I Just Kant Even

Not every sermon applies directly to our lives, and that is OK.

Cherri+Yoon%2FTHE+CHIMES.
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I Just Kant Even

Cherri Yoon/THE CHIMES.

Cherri Yoon/THE CHIMES.

Cherri Yoon/THE CHIMES.

Cherri Yoon/THE CHIMES.

Logan Williams, Writer

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Imagine with me for a moment.

You go to a church. You grab a coffee, the greeters greet you, the musicians play their music, the assistant pastor gives some updates and then, the sermon. The head pastor gets up and preaches on Isaiah 6:1-7. He talks about the holiness of God for thirty minutes. He gives no commands. He closes in prayer and steps off.

And many leave dissatisfied.

Why? Because many Christians within the evangelical movement have been unknowingly influenced by the work of Immanuel Kant, the 18th century German philosopher. Kant’s philosophy of religion holds ethics — what we should do — as superior to metaphysics — what is objectively true. For Kant, religion can only tell us what we must and must not do; it cannot tell us what is, what is real, what is objective. Kant eclipses the “is” with the “ought.”

The post-Kantian hangover that many evangelicals experience carries many symptoms, one of which I have labeled “the ultimacy of ethical relevance.” The ultimacy of ethical relevance is the inability to be satisfied with purely theological statements followed by no explicit command. To state it more simply, this means if somebody preaches about God without stating how the congregation should respond, then all that was preached was pointless — if there is nothing “practical” about the sermon, it cannot and will not satisfy. Hence, we often hear, “This was a good sermon. It really applied to my life.” Or contrarily, “I just don’t see how that sermon is applicable. It was not helpful or even relevant.”

When people ask of theological claims, “But how is this relevant?” what they usually mean is “How can this be translated into a command — what does this tell me to do?” Those who think this way assume that relevance deals primarily with the realm of ethics, the realm of obedience. This results from the influence of Kant. In this scheme, ethical relevance — i.e. ‘what do I do?’ — stands paramount, while theology holds a secondary status. Theology functions as a mere stepping stone to obedience and therefore does not directly “relate” to our lives as much as all the practical stuff.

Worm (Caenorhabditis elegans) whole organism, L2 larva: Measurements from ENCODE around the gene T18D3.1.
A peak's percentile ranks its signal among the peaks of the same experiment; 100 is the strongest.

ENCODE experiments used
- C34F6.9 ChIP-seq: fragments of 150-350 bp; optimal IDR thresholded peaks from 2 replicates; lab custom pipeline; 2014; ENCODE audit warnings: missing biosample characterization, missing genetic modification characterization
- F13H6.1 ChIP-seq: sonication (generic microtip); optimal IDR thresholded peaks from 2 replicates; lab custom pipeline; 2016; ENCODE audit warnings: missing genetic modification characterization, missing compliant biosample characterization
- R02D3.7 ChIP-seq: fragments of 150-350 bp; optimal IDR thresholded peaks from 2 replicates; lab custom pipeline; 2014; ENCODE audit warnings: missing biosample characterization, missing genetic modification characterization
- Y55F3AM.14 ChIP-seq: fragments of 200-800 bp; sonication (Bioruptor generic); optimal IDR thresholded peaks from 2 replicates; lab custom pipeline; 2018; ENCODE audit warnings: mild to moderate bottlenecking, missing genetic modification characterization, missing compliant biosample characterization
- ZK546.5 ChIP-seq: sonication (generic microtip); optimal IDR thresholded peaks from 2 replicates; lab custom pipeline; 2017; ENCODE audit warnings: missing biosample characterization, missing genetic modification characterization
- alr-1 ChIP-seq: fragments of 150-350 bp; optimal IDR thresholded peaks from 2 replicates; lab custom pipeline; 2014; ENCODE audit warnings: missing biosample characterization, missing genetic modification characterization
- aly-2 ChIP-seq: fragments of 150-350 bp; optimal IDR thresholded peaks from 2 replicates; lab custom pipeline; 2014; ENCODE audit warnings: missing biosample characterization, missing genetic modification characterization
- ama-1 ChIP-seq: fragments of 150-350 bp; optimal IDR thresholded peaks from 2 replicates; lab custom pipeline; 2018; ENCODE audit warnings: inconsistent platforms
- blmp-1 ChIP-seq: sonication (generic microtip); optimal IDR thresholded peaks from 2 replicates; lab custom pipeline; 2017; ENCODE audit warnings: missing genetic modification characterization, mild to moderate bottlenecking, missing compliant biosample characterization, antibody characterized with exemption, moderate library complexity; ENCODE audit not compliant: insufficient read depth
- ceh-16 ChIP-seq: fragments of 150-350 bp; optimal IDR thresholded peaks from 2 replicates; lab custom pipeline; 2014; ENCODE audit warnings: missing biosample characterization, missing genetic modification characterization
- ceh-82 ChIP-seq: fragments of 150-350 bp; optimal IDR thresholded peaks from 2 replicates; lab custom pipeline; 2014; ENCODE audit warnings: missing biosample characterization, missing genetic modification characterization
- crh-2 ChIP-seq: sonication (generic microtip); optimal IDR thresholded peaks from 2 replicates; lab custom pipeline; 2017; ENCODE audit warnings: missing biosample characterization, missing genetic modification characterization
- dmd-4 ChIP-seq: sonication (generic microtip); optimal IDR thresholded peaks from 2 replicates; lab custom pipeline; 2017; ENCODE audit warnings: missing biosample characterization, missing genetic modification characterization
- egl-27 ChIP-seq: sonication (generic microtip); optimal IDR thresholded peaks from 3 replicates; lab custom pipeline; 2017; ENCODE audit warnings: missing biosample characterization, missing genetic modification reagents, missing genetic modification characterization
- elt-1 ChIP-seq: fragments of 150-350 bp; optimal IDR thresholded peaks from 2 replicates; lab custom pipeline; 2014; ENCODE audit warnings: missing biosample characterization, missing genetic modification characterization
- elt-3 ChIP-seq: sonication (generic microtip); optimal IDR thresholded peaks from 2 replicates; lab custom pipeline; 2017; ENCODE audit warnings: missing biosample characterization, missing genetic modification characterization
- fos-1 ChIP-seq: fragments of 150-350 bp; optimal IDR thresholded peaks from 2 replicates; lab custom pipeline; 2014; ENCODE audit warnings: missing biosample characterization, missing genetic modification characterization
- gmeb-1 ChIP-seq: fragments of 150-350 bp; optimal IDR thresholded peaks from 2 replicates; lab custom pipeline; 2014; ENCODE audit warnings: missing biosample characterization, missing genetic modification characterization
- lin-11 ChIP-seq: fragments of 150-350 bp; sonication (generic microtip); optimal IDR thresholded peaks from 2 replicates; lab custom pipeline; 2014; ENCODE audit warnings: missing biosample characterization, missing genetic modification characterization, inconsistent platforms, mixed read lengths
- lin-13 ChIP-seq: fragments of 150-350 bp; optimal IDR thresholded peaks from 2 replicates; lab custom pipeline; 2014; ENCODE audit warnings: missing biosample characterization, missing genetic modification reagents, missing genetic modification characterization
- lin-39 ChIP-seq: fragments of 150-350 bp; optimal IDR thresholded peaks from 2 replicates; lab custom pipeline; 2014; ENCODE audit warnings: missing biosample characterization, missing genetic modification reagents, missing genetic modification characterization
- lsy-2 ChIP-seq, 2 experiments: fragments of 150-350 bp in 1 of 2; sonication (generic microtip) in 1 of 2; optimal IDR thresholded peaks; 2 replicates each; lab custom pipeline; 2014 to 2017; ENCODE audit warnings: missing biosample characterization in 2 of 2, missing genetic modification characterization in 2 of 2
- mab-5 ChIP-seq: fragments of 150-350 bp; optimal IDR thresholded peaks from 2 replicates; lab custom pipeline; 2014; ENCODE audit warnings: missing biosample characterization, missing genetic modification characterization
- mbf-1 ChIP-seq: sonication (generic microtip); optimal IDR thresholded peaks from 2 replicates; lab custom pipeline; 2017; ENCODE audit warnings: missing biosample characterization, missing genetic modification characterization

But the Christian worldview certainly cannot sustain such a Kantian notion. Neither can it sustain the converse — that theology supersedes obedience.

I suggest that the formula in Leviticus 20:26 and 1 Peter 1:16 provides a way for us to avoid viewing theology and obedience as competing priorities — “Be holy as I am holy.” In other words, we must imitate God in all that he does, and all that he commands reveals his own holy character. This means that every statement about God carries within itself an implicit command to imitate him in some way or another. It furthermore implies that every one of God’s commands tells us something about him. So, every theological statement is inherently a command and every ethical command is inherently a theological statement. In this scheme, neither obedience nor theology stand as more important than the other; neither may subvert the other. They are both equally valuable.

Sometimes we just need to hear about the glory of God. Sometimes we just need to stand in awe of his majesty. Sometimes we just need to fall on our faces before his beauty. And this is perfectly okay. This truly is relevant, if indeed it is right for us to be holy as he is holy. If we always rush to the ethical relevance of every point of theology, we may drown out theology with obedience just like Kant did. The Christian worldview must affirm that obedience and theology are equally ultimate. We must not choose one rather than the other. Both are meaningful. Both are relevant.